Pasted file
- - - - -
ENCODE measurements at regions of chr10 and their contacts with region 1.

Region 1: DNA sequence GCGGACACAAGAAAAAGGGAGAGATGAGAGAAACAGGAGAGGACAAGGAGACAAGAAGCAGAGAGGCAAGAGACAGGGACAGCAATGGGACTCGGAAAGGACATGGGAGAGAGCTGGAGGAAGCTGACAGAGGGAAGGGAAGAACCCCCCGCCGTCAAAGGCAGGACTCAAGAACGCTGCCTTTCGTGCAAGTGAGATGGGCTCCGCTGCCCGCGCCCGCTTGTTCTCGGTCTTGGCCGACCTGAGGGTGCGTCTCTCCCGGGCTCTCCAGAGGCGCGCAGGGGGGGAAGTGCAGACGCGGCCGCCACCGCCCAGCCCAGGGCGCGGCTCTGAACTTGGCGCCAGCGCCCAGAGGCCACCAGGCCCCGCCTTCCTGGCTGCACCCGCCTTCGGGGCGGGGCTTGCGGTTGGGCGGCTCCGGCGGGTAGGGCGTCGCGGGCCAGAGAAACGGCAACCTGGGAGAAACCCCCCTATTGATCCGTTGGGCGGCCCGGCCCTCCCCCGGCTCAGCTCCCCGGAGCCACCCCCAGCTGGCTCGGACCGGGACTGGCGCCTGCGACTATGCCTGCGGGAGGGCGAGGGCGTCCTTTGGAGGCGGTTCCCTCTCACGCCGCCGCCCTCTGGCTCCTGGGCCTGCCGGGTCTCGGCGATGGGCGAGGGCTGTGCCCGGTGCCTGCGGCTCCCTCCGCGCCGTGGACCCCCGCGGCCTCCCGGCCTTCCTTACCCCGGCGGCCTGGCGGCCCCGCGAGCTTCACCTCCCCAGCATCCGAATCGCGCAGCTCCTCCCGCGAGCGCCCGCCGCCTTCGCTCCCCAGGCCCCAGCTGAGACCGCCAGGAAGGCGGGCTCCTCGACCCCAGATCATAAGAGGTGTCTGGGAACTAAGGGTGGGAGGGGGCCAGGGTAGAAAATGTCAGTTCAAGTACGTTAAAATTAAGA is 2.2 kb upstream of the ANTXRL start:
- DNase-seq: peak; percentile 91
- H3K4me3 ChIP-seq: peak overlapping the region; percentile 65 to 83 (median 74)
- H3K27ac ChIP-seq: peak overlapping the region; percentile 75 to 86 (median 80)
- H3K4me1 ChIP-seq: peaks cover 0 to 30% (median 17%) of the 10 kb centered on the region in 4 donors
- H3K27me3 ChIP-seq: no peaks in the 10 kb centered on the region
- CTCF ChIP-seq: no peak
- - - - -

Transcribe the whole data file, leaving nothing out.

ENCODE measurements at regions of chr10 and their contacts with region 1.

Region 1: DNA sequence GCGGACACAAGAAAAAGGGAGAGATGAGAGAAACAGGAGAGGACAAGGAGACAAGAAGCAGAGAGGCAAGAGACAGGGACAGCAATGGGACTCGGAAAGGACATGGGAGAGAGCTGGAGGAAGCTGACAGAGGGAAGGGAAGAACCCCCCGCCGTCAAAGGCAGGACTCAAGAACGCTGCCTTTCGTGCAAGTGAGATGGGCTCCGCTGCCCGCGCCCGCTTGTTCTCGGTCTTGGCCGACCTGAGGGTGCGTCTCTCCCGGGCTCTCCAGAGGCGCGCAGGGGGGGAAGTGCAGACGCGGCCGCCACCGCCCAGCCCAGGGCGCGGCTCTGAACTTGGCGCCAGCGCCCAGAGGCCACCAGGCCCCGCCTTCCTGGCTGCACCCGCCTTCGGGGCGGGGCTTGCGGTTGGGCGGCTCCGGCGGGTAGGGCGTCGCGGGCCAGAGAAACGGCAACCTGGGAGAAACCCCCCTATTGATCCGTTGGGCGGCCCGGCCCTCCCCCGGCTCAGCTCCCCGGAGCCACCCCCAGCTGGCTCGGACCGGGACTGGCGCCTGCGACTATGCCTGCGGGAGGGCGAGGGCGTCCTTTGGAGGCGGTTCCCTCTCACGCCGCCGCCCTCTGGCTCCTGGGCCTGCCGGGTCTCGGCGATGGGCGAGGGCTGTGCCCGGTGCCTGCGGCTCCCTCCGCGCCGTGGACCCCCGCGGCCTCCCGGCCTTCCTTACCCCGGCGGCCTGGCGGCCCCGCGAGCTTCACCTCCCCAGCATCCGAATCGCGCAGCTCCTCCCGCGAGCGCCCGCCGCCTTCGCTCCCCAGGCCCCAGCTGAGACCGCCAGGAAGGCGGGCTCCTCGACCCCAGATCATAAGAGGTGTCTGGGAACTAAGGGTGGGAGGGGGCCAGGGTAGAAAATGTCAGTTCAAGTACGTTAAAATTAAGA is 2.2 kb upstream of the ANTXRL start:
- DNase-seq: peak; percentile 91
- H3K4me3 ChIP-seq: peak overlapping the region; percentile 65 to 83 (median 74)
- H3K27ac ChIP-seq: peak overlapping the region; percentile 75 to 86 (median 80)
- H3K4me1 ChIP-seq: peaks cover 0 to 30% (median 17%) of the 10 kb centered on the region in 4 donors
- H3K27me3 ChIP-seq: no peaks in the 10 kb centered on the region
- CTCF ChIP-seq: no peak